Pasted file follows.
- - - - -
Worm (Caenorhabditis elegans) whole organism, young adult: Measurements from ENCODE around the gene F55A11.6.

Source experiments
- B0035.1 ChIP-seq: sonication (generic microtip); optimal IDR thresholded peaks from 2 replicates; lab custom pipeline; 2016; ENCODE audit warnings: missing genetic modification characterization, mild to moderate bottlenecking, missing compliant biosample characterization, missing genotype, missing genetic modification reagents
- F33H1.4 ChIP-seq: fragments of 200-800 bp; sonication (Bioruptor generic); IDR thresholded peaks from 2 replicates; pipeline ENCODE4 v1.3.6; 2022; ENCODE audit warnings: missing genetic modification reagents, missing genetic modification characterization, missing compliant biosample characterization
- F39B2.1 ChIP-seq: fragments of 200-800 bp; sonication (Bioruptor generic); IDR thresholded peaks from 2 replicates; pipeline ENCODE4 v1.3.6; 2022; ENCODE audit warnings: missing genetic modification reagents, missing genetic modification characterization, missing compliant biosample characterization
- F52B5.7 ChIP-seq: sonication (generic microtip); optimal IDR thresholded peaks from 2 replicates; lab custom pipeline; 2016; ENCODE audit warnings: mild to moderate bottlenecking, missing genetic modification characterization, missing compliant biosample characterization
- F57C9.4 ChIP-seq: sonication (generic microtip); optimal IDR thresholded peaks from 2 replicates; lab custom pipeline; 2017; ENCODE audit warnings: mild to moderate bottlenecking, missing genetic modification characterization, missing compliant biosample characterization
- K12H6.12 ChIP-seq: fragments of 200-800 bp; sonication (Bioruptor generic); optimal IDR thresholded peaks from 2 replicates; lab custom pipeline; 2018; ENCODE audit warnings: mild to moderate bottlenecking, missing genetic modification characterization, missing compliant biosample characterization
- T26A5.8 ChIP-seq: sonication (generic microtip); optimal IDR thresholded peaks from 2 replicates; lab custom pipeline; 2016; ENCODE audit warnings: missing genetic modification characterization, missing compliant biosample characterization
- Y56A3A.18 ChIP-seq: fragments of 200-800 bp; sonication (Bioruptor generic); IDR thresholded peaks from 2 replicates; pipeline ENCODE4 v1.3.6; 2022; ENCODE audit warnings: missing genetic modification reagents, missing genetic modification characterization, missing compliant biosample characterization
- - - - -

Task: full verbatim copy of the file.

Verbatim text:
Worm (Caenorhabditis elegans) whole organism, young adult: Measurements from ENCODE around the gene F55A11.6.

Source experiments
- B0035.1 ChIP-seq: sonication (generic microtip); optimal IDR thresholded peaks from 2 replicates; lab custom pipeline; 2016; ENCODE audit warnings: missing genetic modification characterization, mild to moderate bottlenecking, missing compliant biosample characterization, missing genotype, missing genetic modification reagents
- F33H1.4 ChIP-seq: fragments of 200-800 bp; sonication (Bioruptor generic); IDR thresholded peaks from 2 replicates; pipeline ENCODE4 v1.3.6; 2022; ENCODE audit warnings: missing genetic modification reagents, missing genetic modification characterization, missing compliant biosample characterization
- F39B2.1 ChIP-seq: fragments of 200-800 bp; sonication (Bioruptor generic); IDR thresholded peaks from 2 replicates; pipeline ENCODE4 v1.3.6; 2022; ENCODE audit warnings: missing genetic modification reagents, missing genetic modification characterization, missing compliant biosample characterization
- F52B5.7 ChIP-seq: sonication (generic microtip); optimal IDR thresholded peaks from 2 replicates; lab custom pipeline; 2016; ENCODE audit warnings: mild to moderate bottlenecking, missing genetic modification characterization, missing compliant biosample characterization
- F57C9.4 ChIP-seq: sonication (generic microtip); optimal IDR thresholded peaks from 2 replicates; lab custom pipeline; 2017; ENCODE audit warnings: mild to moderate bottlenecking, missing genetic modification characterization, missing compliant biosample characterization
- K12H6.12 ChIP-seq: fragments of 200-800 bp; sonication (Bioruptor generic); optimal IDR thresholded peaks from 2 replicates; lab custom pipeline; 2018; ENCODE audit warnings: mild to moderate bottlenecking, missing genetic modification characterization, missing compliant biosample characterization
- T26A5.8 ChIP-seq: sonication (generic microtip); optimal IDR thresholded peaks from 2 replicates; lab custom pipeline; 2016; ENCODE audit warnings: missing genetic modification characterization, missing compliant biosample characterization
- Y56A3A.18 ChIP-seq: fragments of 200-800 bp; sonication (Bioruptor generic); IDR thresholded peaks from 2 replicates; pipeline ENCODE4 v1.3.6; 2022; ENCODE audit warnings: missing genetic modification reagents, missing genetic modification characterization, missing compliant biosample characterization